Whilst it is of paramount importance that our elite universities work to ensure that students of all backgrounds have an equal chance of gaining a place, it is also crucial that all have the opportunity to flourish academically once there. A joint study by the NUS and UUK has looked into the attainment gap at our universities, revealing that white students achieve 10-15% higher than BAME students at 29% of all institutions. Such statistics point to the impact that the issues facing this community have upon academic success- it is difficult to thrive when you feel ostracised and out of place. Brexit will make student populations even less diverse, as EU students will need to apply for a Tier 4 Student Visa in the same way that current international students do. The associated costs will see far less EU students apply- the Higher Education Policy Institute predict that EU applications will fall by 57%, and Cambridge have already seen a decrease of 14% since the referendum. This is a key way that Brexit will make the lives of BAME students even more difficult. Our elite universities are set to become even less diverse at a time when the opposite is required, and intolerance towards anyone from outside the majority group will grow as a result.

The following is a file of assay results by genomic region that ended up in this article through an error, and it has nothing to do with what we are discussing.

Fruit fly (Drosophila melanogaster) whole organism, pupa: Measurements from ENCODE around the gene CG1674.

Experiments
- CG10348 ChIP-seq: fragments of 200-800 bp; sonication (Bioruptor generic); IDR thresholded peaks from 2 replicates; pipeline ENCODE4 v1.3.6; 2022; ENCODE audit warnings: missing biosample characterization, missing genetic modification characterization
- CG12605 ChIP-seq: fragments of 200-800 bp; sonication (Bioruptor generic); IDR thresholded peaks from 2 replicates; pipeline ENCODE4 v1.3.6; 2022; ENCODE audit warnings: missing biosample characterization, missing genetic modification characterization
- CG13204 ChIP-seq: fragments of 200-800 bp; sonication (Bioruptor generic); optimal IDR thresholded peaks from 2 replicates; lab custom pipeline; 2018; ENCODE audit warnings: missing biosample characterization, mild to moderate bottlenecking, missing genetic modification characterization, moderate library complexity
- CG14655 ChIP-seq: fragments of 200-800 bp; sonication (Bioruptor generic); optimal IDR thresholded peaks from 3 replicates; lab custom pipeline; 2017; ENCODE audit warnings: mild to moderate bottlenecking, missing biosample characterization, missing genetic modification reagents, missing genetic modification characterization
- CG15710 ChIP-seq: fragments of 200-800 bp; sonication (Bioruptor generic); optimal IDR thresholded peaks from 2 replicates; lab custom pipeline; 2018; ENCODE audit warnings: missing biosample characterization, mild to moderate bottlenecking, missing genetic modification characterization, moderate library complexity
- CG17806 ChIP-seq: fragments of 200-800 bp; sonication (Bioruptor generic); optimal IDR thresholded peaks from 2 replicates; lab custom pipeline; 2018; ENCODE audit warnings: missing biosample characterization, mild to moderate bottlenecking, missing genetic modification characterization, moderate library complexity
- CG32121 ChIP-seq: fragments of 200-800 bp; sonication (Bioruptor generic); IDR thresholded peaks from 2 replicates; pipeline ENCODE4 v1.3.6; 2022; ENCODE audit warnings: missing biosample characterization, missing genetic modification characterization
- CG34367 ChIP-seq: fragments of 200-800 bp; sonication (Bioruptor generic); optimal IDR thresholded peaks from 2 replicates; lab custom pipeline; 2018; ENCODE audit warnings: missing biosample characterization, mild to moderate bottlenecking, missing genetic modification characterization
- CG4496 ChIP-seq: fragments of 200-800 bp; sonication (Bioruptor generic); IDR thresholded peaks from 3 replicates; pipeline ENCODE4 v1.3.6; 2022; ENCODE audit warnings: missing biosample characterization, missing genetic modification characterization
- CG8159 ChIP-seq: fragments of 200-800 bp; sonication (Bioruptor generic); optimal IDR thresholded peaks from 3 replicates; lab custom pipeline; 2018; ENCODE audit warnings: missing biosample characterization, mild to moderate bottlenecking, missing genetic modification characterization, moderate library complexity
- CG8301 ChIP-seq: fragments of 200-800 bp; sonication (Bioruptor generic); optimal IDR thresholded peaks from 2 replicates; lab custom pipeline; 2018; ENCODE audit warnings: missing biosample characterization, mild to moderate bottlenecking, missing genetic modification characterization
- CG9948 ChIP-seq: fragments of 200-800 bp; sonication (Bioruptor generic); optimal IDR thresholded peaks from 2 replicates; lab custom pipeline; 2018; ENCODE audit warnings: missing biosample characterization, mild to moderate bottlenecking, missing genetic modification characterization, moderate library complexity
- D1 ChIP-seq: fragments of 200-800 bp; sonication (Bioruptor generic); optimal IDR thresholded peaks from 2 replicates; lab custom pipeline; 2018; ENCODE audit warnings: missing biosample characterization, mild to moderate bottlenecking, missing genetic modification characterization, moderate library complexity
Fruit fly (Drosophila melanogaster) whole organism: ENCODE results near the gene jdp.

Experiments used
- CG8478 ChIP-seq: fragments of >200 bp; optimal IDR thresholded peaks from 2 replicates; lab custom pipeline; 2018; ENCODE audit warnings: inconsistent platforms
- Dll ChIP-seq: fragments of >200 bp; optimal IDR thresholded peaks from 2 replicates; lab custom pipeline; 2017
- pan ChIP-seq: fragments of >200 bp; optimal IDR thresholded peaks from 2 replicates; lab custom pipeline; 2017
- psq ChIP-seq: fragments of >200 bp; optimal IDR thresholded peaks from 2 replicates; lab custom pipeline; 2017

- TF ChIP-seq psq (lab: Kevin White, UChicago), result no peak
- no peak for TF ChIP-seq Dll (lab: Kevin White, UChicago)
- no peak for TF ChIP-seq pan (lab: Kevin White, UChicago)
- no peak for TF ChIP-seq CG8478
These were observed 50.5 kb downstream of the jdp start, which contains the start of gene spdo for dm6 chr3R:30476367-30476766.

In order to understand the attainment gap suffered by BAME students, it is important to examine the significance of socio-economic background, as 75% of the BAME community live in 88 of the UK’s most deprived areas. A study conducted by the Runnymede Trust focused on Black Caribbean, Pakistani and Bangladeshi students at Cambridge, and revealed that 76% of those who undertook vacation work to fund their studies received inadequate exam grades. Similarly, the study showed that 73% of those who received money from their parents achieved a first or 2.1, compared to only 45% of those who did not. This sheds light on the impact that household income has on one’s ability to achieve their full potential. It is an issue particularly relevant at Oxbridge due to the considerable emphasis such institutions place upon wealth, and work needs to be done to ensure that all students have a fair chance of success.